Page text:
Bulgaria’s Presidency of the Council of the European Union is set to start at the beginning of 2018. It will not be easy, it might even be one of the most daunting ones. It could also turn out to be our only shot at it, looking down the line, if for example the number of Member States grows considerably or the bloc radically changes, or even collapses. The Bulgarian presidency will encounter a lot of challenges – some of them can be foreseen and others will be completely unexpected. One of the main ones will be the advanced stage of Brexit and a potential new referendum in Scotland on leaving the UK.
Bulgaria’s Presidency of the Council of the European Union is set to start at the beginning of 2018. It will not be easy, it might even be one of the most daunting ones. It could also turn out to be our only shot at it, looking down the line, if for example the number of Member States grows considerably or the bloc radically changes, or even collapses.
The Bulgarian presidency will encounter a lot of challenges – some of them can be foreseen and others will be completely unexpected. One of the main ones will be the advanced stage of Brexit and a potential new referendum in Scotland on leaving the UK.
Another challenge is the political crisis in Spain, likely to set in after the elections scheduled for 21 December. If Catalonia does move forward with leaving Spain, another province of the kingdom, the Basque country, will quickly follow suit. The less affluent Spanish provinces are unlikely to rush to join the process but it is difficult to predict their behaviour with certainty.
If Spain does start disintegrating, it would be a “clear sign and a strong message” (in the universally tiresome, politically correct speech that George Orwell can only envy) for countries like Belgium and Italy. Add to that France, with its turbulent Corsica. It could even come down to the unthinkable – the onset of the collapse of Germany, where Bavaria, given its special status, can technically walk away from the Federal Republic in one day with a decision by its parliament. A less apocalyptic scenario would be for the political crisis in Germany to persist and lead to snap elections (for the first time in the country’s post-war history), in which case the vote will coincide with the Bulgarian presidency.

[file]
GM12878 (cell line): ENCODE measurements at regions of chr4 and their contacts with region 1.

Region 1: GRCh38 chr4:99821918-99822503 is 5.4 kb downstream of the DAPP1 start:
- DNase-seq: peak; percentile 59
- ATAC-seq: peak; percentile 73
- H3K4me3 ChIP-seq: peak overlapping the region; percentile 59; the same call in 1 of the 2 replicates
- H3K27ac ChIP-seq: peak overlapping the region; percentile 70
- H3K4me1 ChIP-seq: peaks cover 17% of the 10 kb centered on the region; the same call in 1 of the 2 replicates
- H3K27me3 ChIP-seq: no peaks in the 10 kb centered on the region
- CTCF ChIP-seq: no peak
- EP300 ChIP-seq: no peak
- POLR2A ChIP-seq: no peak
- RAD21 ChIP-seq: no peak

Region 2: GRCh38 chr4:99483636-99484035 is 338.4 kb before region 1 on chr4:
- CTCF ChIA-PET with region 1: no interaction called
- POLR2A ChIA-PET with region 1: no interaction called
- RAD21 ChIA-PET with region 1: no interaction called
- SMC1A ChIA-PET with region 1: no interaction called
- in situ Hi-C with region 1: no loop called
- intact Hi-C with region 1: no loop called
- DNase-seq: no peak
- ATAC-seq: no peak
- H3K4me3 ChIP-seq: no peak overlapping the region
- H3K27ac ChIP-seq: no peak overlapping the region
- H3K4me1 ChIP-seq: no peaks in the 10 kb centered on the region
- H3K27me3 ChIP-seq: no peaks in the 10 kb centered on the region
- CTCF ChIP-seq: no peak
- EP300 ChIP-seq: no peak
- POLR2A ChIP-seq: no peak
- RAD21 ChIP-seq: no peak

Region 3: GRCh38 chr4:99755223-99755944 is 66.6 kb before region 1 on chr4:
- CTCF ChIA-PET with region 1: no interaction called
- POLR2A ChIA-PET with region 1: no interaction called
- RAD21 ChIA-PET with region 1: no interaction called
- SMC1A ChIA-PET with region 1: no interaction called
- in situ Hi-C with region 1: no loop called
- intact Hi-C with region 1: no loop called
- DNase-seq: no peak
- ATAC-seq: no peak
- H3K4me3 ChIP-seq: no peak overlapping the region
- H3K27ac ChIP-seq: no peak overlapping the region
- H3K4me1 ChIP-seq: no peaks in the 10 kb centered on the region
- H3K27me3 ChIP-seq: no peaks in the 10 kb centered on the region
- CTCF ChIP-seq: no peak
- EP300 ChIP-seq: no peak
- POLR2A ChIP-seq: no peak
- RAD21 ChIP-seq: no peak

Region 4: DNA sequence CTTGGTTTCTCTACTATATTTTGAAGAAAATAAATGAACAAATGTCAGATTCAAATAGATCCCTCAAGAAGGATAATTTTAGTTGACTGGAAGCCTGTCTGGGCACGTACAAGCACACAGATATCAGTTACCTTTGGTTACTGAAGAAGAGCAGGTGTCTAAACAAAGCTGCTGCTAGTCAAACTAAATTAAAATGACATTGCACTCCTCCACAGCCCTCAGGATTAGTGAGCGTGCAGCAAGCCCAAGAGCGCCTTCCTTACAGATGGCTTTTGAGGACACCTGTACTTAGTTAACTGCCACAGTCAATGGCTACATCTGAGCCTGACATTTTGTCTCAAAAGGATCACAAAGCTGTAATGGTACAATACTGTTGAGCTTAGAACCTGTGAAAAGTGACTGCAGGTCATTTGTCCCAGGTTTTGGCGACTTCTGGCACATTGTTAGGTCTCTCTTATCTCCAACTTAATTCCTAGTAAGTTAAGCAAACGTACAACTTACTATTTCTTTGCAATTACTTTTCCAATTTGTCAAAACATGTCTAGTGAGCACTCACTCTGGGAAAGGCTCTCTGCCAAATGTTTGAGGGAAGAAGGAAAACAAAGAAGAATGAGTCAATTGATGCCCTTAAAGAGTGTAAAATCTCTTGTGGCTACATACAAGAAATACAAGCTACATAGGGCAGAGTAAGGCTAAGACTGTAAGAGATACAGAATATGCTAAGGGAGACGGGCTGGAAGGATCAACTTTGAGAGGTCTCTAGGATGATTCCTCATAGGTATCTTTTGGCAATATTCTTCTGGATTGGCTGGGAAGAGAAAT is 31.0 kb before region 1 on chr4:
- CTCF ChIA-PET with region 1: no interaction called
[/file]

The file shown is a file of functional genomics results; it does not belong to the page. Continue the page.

The crisis in Ukraine, which Europe cannot escape, is headed towards a quick denouement and a full-blown war may start even before we have assumed the presidency. The conflict will not start out in the Crimea and perhaps will not even affect it. After all, there are not many countries in the world that would lay a hand on a Russian territory, and Moscow treats the peninsula as such. But Donbas is another story. You could say that the war there has been raging since 2014. Ukraine and Donbas have also long been arenas of internal struggles for power and resources, the way out of which often is expansion abroad.
In the Middle East, the war with this incarnation of Islamic State looks all but won. But there is another war coming. This time, Israel, Iran and Saudi Arabia (and why not Turkey) could interfere, making a complete mess of it. Of course, what is more dangerous is the return of the surviving cut-throats to their normal habitats in the Islamic enclaves of European cities. It would not be surprising if during the Bulgarian presidency European leaders are forced to focus their entire attention on the daily terrorist attacks that could start tormenting Europe. It will soon become clear that this problem has no solution in the current environment. Generally speaking, every problem has a solution and it not always is pleasant, to put it in the mildest of terms. The western political elite’s fault for the current debacle, and its short-sightedness since the end of WWII, are massive and glaring. Adhering to the vocabulary that has become so en vogue among Bulgarian politicians of late, I would say that in many cases we are talking about outright debility in a more then mild form. We do not know the percentages of the affected individuals but that is not that important.